It was about the time I left Stevensville that I noticed the sky had become noticeably overcast. As I moved north I looked behind my shoulder and noticed some serious rain was chasing me. Pedaling as hard as I could, I tried to outpace the storm, but soon the sky was black and there was thunder reverberating between the two mountain ranges beside the Bitterroot Valley. Cars on the highway had their headlights on. Just past Florence, I started feeling large water drops on my skin, and the lightning storm started.
Sitting on a steel bike in the middle of a lightning storm—that can’t be good, can it? As a Pacific Northwester, I’ve never really needed to know safety procedures for lightning, but was filing through my brain to recall any helpful advice. (There was none.) I kept pedaling as fast as I could in an attempt to make the last nine miles back to my car before getting drenched and/or electrocuted. Eventually I approached a minuscule shelter on the side of the path—a bench with a tin roof normally intended as shade. Two people were already huddled under it.
As I approached them, I asked if they knew what to do. The man, it turned out, worked for the local power company. He and the woman, another random cyclist, had both called rides to pick them up. The woman offered a lift back to my car, but I said it was important for me to complete this ride by myself. Her ride came and she was gone. The man said to sit on the bench with my feet off the ground (now that there was room on the bench) and I’d be fine. Then his ride came and he was gone. There was pouring rain, with enormous drops that almost sting when they hit you. And despite the shelter, plenty of drops hit my hand while I was conversing with my mother via text message. The rain only lasted about 10 minutes though, and after about 15 minutes the storm had passed north. The sky was beginning to return to an eerie yellow, so I decided it was safe for me to proceed.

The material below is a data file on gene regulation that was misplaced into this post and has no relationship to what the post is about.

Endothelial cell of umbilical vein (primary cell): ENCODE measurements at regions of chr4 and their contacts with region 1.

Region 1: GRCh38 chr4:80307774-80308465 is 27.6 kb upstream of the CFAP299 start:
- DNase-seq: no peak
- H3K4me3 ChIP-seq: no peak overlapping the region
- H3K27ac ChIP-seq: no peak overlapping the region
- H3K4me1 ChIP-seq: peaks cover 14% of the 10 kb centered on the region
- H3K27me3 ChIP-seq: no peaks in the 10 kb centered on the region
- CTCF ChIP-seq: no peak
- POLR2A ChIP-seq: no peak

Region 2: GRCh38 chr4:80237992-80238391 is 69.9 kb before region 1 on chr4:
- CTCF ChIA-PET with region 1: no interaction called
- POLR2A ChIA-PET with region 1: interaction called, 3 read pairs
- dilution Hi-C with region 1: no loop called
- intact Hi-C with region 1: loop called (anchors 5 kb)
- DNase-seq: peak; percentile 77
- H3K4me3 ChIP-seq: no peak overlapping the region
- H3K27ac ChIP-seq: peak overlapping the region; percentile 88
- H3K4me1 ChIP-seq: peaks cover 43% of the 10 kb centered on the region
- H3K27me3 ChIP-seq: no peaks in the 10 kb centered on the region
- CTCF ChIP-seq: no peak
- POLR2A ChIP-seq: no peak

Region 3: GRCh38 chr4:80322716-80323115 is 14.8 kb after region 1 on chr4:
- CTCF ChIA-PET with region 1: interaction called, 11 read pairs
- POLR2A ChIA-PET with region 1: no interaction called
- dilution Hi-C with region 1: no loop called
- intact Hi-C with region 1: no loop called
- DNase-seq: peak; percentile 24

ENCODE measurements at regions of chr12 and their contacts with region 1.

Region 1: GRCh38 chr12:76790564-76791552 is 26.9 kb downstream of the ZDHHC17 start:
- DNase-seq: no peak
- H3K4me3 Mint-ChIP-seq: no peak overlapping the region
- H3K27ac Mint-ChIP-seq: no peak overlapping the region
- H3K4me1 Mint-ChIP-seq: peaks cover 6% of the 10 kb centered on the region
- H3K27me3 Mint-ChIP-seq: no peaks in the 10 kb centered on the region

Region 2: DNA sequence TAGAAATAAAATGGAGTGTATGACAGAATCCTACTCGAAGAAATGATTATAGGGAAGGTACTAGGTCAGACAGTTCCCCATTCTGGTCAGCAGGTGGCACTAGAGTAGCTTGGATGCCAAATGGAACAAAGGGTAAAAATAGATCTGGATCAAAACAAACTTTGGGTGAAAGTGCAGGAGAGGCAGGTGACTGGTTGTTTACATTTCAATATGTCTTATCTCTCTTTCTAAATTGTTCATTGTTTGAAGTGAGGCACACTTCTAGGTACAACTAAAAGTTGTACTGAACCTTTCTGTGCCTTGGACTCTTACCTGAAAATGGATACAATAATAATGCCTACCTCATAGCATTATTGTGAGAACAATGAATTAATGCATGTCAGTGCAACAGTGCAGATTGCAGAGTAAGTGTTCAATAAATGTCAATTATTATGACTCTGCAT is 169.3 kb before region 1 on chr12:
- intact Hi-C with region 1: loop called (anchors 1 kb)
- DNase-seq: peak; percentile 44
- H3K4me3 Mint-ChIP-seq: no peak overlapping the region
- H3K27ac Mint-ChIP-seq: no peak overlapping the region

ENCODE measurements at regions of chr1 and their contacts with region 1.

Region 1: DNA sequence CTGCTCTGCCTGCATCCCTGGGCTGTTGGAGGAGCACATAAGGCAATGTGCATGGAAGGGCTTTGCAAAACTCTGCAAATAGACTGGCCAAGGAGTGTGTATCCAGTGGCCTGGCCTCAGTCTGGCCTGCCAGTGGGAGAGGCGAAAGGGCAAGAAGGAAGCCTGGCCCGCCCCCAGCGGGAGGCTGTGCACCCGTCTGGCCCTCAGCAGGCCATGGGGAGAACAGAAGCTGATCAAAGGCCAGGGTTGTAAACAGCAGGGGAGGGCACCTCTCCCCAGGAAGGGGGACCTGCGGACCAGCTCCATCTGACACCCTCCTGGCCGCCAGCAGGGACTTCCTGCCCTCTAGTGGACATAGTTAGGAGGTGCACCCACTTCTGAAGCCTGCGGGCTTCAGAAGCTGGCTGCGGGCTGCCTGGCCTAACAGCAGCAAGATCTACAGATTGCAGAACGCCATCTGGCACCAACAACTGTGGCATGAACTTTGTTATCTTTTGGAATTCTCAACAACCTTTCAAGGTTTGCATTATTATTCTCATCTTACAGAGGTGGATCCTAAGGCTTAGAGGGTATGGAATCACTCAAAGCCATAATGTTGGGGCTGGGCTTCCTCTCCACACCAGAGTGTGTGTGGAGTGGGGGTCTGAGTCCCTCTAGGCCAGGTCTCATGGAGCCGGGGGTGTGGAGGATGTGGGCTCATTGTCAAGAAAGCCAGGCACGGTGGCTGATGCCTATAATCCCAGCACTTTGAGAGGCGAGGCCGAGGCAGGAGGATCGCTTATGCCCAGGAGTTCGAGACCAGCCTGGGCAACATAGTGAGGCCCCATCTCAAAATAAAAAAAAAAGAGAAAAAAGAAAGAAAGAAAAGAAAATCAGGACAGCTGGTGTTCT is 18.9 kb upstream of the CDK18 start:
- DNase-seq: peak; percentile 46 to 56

It was still a few miles back to Lolo, but I made it! And when I mapped the route out, even though I didn’t get all the way to Hamilton, I still biked 50 miles. Of course, many people I know could do much better, but this was a personal best and served as a thermometer of what I am truly capable of without much work (remember, my current commute is currently two miles round trip). Experiences like this severely curb one’s anxiety about attempting the unconquered.
After getting home from my ride, I ate one metric ton of food. While I was eating, I excitedly started making plans for the next long bike ride, hopefully to happen before leaving Montana. Ideas included using an Adventure Cycling Association map for a long ride to get some experience using the maps in the field. Doing a century. Tackling some mountains. After hearing of my success, my friend and well-matched riding partner Sarah suggested the two of us do a long ride together before I leave. We have tentative plans to make it happen next weekend.
Wish us luck!